The DEA has released the results of a two-year-long investigation into the international connections of Mexico’s Sinaloa Cartel and Juarez Cartel, which it says resulted in nearly 4,000 arrests and the seizure of six tons of cocaine, among other drugs.
On December 6, the United States Drug Enforcement Administration (DEA) announced the end of “Project Below the Beltway,” an operation that began in May 2010 and focused on two of the top drug trafficking organizations in Mexico: the Sinaloa and Juarez Cartels. The operation included investigations in major cities in the United States, as well as Central America, South America and Europe.
According to the DEA’s press release, 3,780 suspects were arrested as part of the project, and the initiative resulted in the seizure of 6,100 kilograms of cocaine, 4,464 kilograms of methamphetamine and 158 kilograms of marijuana. Associated investigations also led to the seizure of $148 million dollars in cash and $38 million dollars in other assets.
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In truth, it’s hard to tell who is part of which Mexican cartel these days, especially in countries outside of Mexico. These organizations are more disperse and operate more horizontally than hierarchically. Control of the entire distribution chain — from point of production to point of sale — is nearly impossible. So the claims that all those arrested absolutely pertain to these organizations rings hollow, however impressive the sheer number remains.
The timing of the announcement is also somewhat surprising, as the DEA usually only releases the results of such long term investigations if it ends with the arrest of a high-profile criminal figure, it is prompted by a congressional oversight hearing, or it is about to present its yearly results to Congress in an effort to boost funding or manpower. No such kingpin was recently arrested for either cartel, and there are no upcoming hearings for the DEA. (The last House Oversight Committee meeting for the DEA was in June.)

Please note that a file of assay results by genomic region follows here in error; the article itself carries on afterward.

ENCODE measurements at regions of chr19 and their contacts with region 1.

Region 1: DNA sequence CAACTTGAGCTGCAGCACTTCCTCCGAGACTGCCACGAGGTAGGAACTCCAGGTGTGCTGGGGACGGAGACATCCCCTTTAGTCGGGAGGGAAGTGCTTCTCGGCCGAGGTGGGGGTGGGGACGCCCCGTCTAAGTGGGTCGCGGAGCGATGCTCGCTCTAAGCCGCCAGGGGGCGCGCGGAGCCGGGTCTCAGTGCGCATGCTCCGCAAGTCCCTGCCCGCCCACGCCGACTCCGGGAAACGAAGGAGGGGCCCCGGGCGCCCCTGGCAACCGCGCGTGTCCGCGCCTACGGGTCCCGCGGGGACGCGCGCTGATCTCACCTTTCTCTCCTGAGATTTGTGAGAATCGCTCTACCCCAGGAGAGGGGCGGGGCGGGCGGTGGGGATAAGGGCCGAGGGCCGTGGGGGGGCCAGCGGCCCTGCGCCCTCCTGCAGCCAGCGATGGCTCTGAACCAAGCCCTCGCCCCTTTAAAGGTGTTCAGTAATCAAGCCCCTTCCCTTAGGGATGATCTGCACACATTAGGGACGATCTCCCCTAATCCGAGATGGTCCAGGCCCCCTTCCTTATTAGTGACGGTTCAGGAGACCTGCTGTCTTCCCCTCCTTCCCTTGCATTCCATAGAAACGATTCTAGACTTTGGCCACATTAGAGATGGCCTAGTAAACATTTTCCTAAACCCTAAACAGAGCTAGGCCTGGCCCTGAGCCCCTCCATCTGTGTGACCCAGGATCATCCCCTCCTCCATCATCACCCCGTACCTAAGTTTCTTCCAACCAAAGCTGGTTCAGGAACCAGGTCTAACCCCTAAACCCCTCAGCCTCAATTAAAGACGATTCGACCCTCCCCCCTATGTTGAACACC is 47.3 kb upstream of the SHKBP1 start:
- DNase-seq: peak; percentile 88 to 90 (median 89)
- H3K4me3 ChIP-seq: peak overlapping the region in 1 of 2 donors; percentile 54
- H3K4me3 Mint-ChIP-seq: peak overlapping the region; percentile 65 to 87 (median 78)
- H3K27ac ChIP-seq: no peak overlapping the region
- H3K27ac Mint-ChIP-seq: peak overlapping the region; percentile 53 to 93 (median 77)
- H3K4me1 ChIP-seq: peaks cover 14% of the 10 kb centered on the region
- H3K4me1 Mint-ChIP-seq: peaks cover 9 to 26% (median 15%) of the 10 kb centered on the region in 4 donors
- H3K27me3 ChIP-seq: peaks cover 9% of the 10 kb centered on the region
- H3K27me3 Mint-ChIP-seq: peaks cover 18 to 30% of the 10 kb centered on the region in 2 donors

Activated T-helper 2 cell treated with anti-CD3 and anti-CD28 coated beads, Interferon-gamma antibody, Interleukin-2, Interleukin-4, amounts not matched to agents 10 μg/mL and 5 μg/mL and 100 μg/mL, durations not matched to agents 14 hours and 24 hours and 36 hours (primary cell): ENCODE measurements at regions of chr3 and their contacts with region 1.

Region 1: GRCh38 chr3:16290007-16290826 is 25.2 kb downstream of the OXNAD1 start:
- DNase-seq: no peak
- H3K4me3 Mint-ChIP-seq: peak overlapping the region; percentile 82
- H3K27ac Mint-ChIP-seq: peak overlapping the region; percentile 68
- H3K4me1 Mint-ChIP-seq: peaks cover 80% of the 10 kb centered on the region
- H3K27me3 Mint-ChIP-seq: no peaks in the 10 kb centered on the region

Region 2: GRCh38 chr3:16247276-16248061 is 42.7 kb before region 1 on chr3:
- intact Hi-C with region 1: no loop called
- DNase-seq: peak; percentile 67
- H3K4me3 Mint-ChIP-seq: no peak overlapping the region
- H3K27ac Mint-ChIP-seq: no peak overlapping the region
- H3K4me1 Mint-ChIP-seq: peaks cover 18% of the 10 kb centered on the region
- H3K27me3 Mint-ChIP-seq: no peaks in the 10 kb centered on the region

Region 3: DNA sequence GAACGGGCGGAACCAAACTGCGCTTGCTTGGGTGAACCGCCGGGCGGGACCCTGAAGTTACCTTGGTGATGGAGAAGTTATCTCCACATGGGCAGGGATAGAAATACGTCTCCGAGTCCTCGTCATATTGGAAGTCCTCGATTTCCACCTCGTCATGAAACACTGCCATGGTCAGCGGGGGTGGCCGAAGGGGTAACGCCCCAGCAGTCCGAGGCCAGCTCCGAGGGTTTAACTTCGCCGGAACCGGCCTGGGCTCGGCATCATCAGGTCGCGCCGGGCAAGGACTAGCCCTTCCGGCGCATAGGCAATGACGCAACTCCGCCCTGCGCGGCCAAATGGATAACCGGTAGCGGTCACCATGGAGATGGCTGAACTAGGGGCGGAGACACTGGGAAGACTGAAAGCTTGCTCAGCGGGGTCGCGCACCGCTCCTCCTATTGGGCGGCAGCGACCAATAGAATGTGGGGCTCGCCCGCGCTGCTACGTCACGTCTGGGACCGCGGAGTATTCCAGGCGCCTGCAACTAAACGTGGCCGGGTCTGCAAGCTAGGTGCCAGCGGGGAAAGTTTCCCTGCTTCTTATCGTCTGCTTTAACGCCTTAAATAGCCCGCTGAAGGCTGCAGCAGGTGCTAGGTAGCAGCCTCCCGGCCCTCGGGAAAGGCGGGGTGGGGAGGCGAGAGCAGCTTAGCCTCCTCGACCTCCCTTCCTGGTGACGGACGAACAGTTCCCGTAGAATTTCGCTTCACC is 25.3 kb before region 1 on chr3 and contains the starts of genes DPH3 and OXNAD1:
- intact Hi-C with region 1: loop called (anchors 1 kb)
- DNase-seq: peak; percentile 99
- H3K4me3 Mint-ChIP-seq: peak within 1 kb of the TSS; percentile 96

One reason for the announcement could be a change in Mexico’s political climate. Former President Felipe Calderon stepped down on December 1. He was succeeded by Enrique Peña Nieto, and it may be that the DEA was unsure about continuing with such an ambitious operation with the new administration, an untested variable.
On the other hand, it may also be that the operation simply ran its course. The arrest of 3,780 people is significant, and law enforcement scored several points against both of these criminal organizations since 2010. The Juarez Cartel has become severely weakened, and a number of Sinaloa figures were taken down druring this time, including the right hand man of the Sinaloa Cartel’s Ismael Zambada Garcia, alias “El Mayo” (who remains at large). Whether these achievements occurred as a result of the US operation, however, is not clear.